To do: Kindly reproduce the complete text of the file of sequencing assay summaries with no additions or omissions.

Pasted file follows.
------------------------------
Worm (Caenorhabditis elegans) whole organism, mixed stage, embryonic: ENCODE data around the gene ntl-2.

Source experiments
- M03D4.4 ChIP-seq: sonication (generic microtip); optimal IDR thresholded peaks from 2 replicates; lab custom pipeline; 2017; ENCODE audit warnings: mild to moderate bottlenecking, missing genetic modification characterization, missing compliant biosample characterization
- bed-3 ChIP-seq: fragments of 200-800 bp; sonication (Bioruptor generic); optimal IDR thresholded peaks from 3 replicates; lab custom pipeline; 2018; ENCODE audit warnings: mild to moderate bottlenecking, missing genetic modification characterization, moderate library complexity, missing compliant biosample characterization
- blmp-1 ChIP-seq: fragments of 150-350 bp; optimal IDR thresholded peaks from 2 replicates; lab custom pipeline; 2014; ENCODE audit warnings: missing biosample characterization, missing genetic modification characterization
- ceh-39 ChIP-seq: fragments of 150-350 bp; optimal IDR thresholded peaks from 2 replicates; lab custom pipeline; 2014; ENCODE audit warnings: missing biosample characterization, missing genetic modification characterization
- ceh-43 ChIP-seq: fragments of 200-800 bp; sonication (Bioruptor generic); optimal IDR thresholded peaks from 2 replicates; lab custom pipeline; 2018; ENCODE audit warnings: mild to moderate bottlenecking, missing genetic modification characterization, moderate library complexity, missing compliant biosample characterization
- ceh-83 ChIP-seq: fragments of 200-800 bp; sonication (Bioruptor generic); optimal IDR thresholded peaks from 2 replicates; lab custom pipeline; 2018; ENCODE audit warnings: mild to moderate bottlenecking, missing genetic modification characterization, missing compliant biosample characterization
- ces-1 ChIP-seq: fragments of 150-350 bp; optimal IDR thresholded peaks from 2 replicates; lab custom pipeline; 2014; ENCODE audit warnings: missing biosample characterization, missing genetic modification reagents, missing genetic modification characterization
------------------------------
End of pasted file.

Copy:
Worm (Caenorhabditis elegans) whole organism, mixed stage, embryonic: ENCODE data around the gene ntl-2.

Source experiments
- M03D4.4 ChIP-seq: sonication (generic microtip); optimal IDR thresholded peaks from 2 replicates; lab custom pipeline; 2017; ENCODE audit warnings: mild to moderate bottlenecking, missing genetic modification characterization, missing compliant biosample characterization
- bed-3 ChIP-seq: fragments of 200-800 bp; sonication (Bioruptor generic); optimal IDR thresholded peaks from 3 replicates; lab custom pipeline; 2018; ENCODE audit warnings: mild to moderate bottlenecking, missing genetic modification characterization, moderate library complexity, missing compliant biosample characterization
- blmp-1 ChIP-seq: fragments of 150-350 bp; optimal IDR thresholded peaks from 2 replicates; lab custom pipeline; 2014; ENCODE audit warnings: missing biosample characterization, missing genetic modification characterization
- ceh-39 ChIP-seq: fragments of 150-350 bp; optimal IDR thresholded peaks from 2 replicates; lab custom pipeline; 2014; ENCODE audit warnings: missing biosample characterization, missing genetic modification characterization
- ceh-43 ChIP-seq: fragments of 200-800 bp; sonication (Bioruptor generic); optimal IDR thresholded peaks from 2 replicates; lab custom pipeline; 2018; ENCODE audit warnings: mild to moderate bottlenecking, missing genetic modification characterization, moderate library complexity, missing compliant biosample characterization
- ceh-83 ChIP-seq: fragments of 200-800 bp; sonication (Bioruptor generic); optimal IDR thresholded peaks from 2 replicates; lab custom pipeline; 2018; ENCODE audit warnings: mild to moderate bottlenecking, missing genetic modification characterization, missing compliant biosample characterization
- ces-1 ChIP-seq: fragments of 150-350 bp; optimal IDR thresholded peaks from 2 replicates; lab custom pipeline; 2014; ENCODE audit warnings: missing biosample characterization, missing genetic modification reagents, missing genetic modification characterization